Parents” retirement savings should be kept separate from the savings for their child’s future life plan (if possible). A carefully crafted a lifetime plan that addresses each of the life stages will help ensure that a child’s living expenses are covered by their own earnings, savings, investments, or retirement account, rather than the parent’s retirement savings.
Meet with a special needs attorney to discuss and review (or create) wills, medical directives, powers of attorney, and trusts. Be sure any inheritance bequeathed to a child with a disability or special needs does not put at risk the financial strategy created for them.
Life Continuum Stage 2
Age three to 22 (school years, Individual Education Plans, transition out of the school system)
Public schools are mandated to provide education and accommodations for children with disabilities and special needs. Parents will work with special education professionals in their school district to develop an Individualized Education Program (IEP) to help their child succeed in school. It’s updated throughout the years and includes services for transitioning into adulthood. If they choose a private school for their child, an accountant should be consulted to see if they’re eligible for any tax breaks or expense write-offs.
Will the child continue on to college? Many offer supplemental services to students with disabilities or special needs. Other educational and training programs are also available. Research options and be sure to plan for the educational expenses of all children in the family.
Children who will need help making life decisions in the future may need a legal guardian when they reach the age of majority (age 18, in many states) or when health issues make it necessary. Also consider naming successor guardians who would assume guardianship, when original caregivers no longer are capable or available to do it.
Life Continuum Stage 3
Age 22 and beyond (rest of life)
Special needs trust (SNT)
SNTs can pay for certain living expenses that a loved one with a disability or special needs will have during their lifetime. There are different types of SNTs, and they have many sources of funding: generous gifts from friends and family, as well as inheritances from wills, life insurance policies, or other accounts or policies that are directed to the trust. Funds in a special needs trust typically won’t be counted when qualifying a child for government benefits. Unused funds, depending on the trust chosen, may be able to be bequeathed to others. A specialized attorney can explain the benefits of having an SNT and answer outstanding questions.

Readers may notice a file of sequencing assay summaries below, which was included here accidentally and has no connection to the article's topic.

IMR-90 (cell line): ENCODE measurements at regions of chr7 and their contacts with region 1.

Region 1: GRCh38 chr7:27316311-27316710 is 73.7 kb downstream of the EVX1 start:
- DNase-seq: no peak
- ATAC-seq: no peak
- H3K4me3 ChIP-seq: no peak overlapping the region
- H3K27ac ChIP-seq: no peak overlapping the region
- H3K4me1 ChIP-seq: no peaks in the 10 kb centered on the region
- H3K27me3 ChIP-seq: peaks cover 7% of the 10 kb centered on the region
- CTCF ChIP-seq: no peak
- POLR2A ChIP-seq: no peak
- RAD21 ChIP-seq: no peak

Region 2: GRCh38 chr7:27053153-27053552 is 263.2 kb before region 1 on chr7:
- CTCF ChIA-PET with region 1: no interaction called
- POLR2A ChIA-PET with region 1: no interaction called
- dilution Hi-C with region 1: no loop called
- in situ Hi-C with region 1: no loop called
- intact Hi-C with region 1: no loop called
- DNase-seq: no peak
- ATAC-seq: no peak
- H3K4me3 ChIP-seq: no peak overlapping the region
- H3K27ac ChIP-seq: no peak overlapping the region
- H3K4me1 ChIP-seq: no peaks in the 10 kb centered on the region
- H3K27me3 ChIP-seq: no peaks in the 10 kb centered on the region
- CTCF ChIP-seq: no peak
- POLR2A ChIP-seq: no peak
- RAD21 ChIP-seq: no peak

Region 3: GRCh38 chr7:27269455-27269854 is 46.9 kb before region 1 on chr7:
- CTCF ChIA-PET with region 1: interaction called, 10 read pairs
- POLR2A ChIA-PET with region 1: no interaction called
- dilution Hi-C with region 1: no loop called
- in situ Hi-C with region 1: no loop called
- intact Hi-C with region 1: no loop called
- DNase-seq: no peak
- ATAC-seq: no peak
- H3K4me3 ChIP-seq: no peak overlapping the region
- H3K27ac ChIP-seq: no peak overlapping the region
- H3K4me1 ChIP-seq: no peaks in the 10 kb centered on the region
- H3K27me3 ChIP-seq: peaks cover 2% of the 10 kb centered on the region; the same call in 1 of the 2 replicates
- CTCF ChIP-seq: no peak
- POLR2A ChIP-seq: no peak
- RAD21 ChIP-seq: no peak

Socialization and recreation
Socializing enriches lives. Social and recreational opportunities may come naturally during the school years but take conscious thought and planning during adulthood. Building recreational costs into the budget for the entire family, including for a loved one with a disability or special needs throughout their lifetime.
Life Continuum Stage 4
Life after the caregivers’ deaths
Before a loved one finishes high school, consideration should begin concerning where they will live during adulthood. Options include an apartment added to the family home, a separate apartment or home, an assisted living residence, a home established with other loved ones of adult children with disabilities and special needs, and more. Residential needs can vary during a person’s lifetime, and options for persons with disabilities and special needs continue to evolve.
An adult loved may want to work when they are old enough. Investigate local organizations and businesses offering programs to help adults with disability or special needs find and keep a job, including job coaching and on-the-job support.
If an adult receives needs-based government benefits, accumulating assets of $2,000 or more may jeopardize eligibility for those benefits. There are also income limitations for each benefit program that need to be considered. Even if a family hasn’t applied yet, planning ahead is advised, just in case government benefits may be needed in the future.
Consider what transportation needs may be for school, employment or recreation over the course of a lifetime and build a plan that will help cover the costs.
Adult Day Services
State and local organizations offer day programs that include socialization, cultural activities, and health and personal services.
Plan well, live better
A holistic plan developed taking into consideration each of the stages in a child’s life who has a disability or special needs can maintain and improve a family’s lifestyle and give loved ones with a disability or special needs a lifetime of support and financial security.